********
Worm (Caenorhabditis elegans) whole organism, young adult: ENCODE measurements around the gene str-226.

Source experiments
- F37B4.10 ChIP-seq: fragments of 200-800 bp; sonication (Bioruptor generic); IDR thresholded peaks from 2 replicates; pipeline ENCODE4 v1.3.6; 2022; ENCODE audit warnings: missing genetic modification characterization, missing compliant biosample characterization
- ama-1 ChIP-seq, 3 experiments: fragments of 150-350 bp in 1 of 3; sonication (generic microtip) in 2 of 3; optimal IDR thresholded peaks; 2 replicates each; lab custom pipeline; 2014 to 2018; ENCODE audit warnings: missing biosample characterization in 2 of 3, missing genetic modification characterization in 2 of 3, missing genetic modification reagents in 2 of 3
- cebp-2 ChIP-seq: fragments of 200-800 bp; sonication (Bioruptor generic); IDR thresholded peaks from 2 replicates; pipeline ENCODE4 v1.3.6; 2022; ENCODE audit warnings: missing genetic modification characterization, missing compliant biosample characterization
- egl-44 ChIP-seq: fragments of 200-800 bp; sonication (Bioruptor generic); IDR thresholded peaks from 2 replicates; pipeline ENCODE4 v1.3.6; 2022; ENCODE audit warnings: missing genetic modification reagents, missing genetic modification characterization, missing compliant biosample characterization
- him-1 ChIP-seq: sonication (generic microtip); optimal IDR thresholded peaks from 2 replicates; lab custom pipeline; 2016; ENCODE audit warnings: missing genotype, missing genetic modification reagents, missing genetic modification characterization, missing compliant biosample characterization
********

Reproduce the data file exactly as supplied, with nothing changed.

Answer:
Worm (Caenorhabditis elegans) whole organism, young adult: ENCODE measurements around the gene str-226.

Source experiments
- F37B4.10 ChIP-seq: fragments of 200-800 bp; sonication (Bioruptor generic); IDR thresholded peaks from 2 replicates; pipeline ENCODE4 v1.3.6; 2022; ENCODE audit warnings: missing genetic modification characterization, missing compliant biosample characterization
- ama-1 ChIP-seq, 3 experiments: fragments of 150-350 bp in 1 of 3; sonication (generic microtip) in 2 of 3; optimal IDR thresholded peaks; 2 replicates each; lab custom pipeline; 2014 to 2018; ENCODE audit warnings: missing biosample characterization in 2 of 3, missing genetic modification characterization in 2 of 3, missing genetic modification reagents in 2 of 3
- cebp-2 ChIP-seq: fragments of 200-800 bp; sonication (Bioruptor generic); IDR thresholded peaks from 2 replicates; pipeline ENCODE4 v1.3.6; 2022; ENCODE audit warnings: missing genetic modification characterization, missing compliant biosample characterization
- egl-44 ChIP-seq: fragments of 200-800 bp; sonication (Bioruptor generic); IDR thresholded peaks from 2 replicates; pipeline ENCODE4 v1.3.6; 2022; ENCODE audit warnings: missing genetic modification reagents, missing genetic modification characterization, missing compliant biosample characterization
- him-1 ChIP-seq: sonication (generic microtip); optimal IDR thresholded peaks from 2 replicates; lab custom pipeline; 2016; ENCODE audit warnings: missing genotype, missing genetic modification reagents, missing genetic modification characterization, missing compliant biosample characterization